How countries around the world are cashing in on LGBT tourism
LGBT travellers account for five to 10% of global tourists. Here’s what travel groups around the world are doing to attract members of the community.Updated: Mar 12, 2018 09:28 IST
From gay-friendly honeymoon destinations to party escapes, tourism has long catered to LGBT travellers. But as acceptance grows, so do calls for the industry to broaden its offers, and avoid cliches.
All too often travel professionals remain stuck on stereotypical views of lesbian, gay, bisexual and transsexual guests as hedonistic holidaymakers, Thomas Boemkes of the consulting agency Diversity Tourism said at Berlin’s ITB fair, the world’s largest travel trade show. “Hotel owners still ask me how to be gay-friendly, and if, for example, they should be offering condoms,” said Boemkes.
“I tell them all they have to do is be tolerant and welcoming, as you would be with any other clientele, without being intrusive,” he said, adding that it is appreciated when reception staff asks two male guests whether they would like twin rooms or a shared bed.
The World Tourism Organization estimated in a 2016 report that LGBT travellers account for five to 10% of global tourists. It describes them as a group “that travels with greater frequency and demonstrates higher-than-average patterns of spending”, making them and their so-called “pink dollars” welcome visitors in many countries.
“It is less typical for gay travellers to have children, and they do have more money and time to travel,” said John Tanzella, head of the International Gay and Lesbian Travel Association (IGLTA). LGBT tourism has exploded since it burst onto the scene more than four decades ago, when a US travel firm offered the first gay-only tour of the Grand Canyon in 1973.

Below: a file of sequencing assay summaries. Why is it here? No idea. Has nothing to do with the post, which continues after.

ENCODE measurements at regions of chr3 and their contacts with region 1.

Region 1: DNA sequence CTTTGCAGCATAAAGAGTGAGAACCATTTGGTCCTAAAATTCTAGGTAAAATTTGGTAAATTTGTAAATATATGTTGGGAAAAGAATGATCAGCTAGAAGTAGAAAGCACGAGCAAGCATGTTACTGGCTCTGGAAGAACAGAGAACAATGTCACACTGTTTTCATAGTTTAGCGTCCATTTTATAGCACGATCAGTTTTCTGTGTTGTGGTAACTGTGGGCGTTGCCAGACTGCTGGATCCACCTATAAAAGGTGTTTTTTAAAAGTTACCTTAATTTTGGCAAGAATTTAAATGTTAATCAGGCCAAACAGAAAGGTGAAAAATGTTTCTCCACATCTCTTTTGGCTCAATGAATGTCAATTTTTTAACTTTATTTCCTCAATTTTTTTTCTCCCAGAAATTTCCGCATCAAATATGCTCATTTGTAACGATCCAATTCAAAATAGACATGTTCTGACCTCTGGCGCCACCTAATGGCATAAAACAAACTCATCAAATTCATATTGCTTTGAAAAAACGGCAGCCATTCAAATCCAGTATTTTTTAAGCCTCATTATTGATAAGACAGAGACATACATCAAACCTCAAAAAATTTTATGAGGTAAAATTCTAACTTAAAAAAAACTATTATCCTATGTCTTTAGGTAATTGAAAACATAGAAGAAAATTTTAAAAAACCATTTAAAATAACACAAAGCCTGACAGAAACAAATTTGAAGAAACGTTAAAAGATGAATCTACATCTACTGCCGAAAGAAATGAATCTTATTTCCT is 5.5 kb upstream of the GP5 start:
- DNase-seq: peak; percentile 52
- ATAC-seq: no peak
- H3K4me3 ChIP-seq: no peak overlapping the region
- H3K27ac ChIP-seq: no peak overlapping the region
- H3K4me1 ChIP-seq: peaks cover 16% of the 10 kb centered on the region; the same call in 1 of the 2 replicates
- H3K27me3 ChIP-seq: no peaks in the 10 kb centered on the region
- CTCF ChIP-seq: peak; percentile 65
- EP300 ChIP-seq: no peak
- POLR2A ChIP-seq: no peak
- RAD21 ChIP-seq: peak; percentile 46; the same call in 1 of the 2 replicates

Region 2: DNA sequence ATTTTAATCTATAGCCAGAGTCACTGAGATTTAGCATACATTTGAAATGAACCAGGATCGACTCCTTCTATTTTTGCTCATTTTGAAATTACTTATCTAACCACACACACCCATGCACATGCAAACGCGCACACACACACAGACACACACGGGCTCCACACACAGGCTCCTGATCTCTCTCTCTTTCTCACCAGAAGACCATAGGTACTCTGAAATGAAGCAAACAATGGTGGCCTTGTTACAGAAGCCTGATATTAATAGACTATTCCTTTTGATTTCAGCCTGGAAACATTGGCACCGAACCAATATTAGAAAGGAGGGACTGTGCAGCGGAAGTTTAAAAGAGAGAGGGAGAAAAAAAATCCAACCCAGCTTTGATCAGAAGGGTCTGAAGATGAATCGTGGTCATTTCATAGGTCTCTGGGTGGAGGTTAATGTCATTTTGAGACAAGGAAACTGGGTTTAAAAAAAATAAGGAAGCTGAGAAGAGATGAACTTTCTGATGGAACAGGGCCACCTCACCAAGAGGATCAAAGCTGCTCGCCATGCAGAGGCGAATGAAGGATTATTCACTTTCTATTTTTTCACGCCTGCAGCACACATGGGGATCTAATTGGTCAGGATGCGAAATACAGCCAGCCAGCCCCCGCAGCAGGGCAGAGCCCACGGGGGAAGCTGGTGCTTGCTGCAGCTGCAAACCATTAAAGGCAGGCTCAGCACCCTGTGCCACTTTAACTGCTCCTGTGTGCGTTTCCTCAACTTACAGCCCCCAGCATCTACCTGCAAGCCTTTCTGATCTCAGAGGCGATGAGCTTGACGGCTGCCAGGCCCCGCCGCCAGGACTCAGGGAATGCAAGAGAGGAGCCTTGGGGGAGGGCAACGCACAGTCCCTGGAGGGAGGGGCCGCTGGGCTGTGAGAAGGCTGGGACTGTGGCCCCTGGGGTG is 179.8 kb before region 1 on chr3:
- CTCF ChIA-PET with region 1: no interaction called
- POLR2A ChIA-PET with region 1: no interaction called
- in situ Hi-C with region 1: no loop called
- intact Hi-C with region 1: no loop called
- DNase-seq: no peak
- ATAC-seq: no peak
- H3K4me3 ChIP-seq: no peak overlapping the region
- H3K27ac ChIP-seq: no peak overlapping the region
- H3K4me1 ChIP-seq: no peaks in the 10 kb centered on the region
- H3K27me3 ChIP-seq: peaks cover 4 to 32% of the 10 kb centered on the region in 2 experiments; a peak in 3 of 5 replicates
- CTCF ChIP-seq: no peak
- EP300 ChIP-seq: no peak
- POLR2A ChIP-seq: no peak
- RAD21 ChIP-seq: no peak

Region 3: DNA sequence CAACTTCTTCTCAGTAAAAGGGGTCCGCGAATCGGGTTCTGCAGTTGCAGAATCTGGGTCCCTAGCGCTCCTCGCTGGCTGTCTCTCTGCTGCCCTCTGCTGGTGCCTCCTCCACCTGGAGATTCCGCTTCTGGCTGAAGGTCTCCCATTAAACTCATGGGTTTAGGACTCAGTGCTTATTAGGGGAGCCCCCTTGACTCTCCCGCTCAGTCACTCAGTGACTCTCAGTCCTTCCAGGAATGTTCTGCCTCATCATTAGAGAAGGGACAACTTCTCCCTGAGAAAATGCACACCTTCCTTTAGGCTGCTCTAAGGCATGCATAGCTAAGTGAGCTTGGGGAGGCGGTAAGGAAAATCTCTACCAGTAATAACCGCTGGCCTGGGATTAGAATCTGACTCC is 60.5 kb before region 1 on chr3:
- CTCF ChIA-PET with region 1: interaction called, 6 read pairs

Ten years later, the US-based IGLTA was founded and today is among the most prominent exhibitors at the influential ITB trade fair — evidence of a sector in full expansion. Over the years, many cities around the world have cultivated a reputation as LGBT-friendly vacation spots, like Berlin or Barcelona — whose buzzing Eixample district has been dubbed “Gayxample”.
It’s destinations like these that Juan Julia has targeted for his chain of Axel Hotels aimed at LGBT travellers. “It means a place where you feel free, welcome, inclusive. You can meet with the local community, like a sanctuary,” he said. And inclusion goes both ways. “We are also straight-friendly,” he added.
But although some hotspots remain perennial favourites, the community is increasingly looking to expand its horizon. Ever more countries are becoming “safer and welcoming”, Tanzella said, allowing intrepid LGBT travellers to escape “the gay bubble effect” and explore previously hidden gems.
Among the top emerging destinations is Colombia, which Tanzella described as already “very well-known in our community, with plenty of gay dance clubs”. “Colombia is very much forward-thinking,” he said. “And the entire country is beautiful.”
From surf lessons in Brazil, a guided tour of the Tel Aviv start-up scene, or yoga retreats in Thailand, travel operators are falling over themselves to court the affluent LGBT traveller. By far, the most popular packages are those linked to weddings and honeymoons, driven by the legalisation of gay marriage in nations around the world.
At the ITB fair, tourism officials from California were among those actively trying to woo same-sex future newlyweds, hoping to hear cash tills ringing as much as wedding bells. A 2015 survey by Community Marketing found that the main criteria for LGBT tourists were quality, price and location — the same as for heterosexual travellers. LGBT families with kids meanwhile put child-friendly accommodation at the top of their list.
But alongside the booming business of LGBT-friendly tourism, the Berlin tourism show also shone a light on tour operators offering a different type of holiday, aimed at taking a stand in places still hostile to gay, bisexual, transsexual or transgender people.
Tanzella said his travel federation had created a foundation to help “emerging LGBT destinations in difficult contexts”, and sponsors small gay pride parades in countries where the community is working to find more acceptance. In Uganda, where homosexuality is illegal, Tanzella said the federation had a local member, “a very brave guy”, who was trying to encourage LGBT travel. “Uganda is one of the most homophobic states in the world,” said Tanzella. “But he is doing great and we are helping him. We also want to see the gorillas.”
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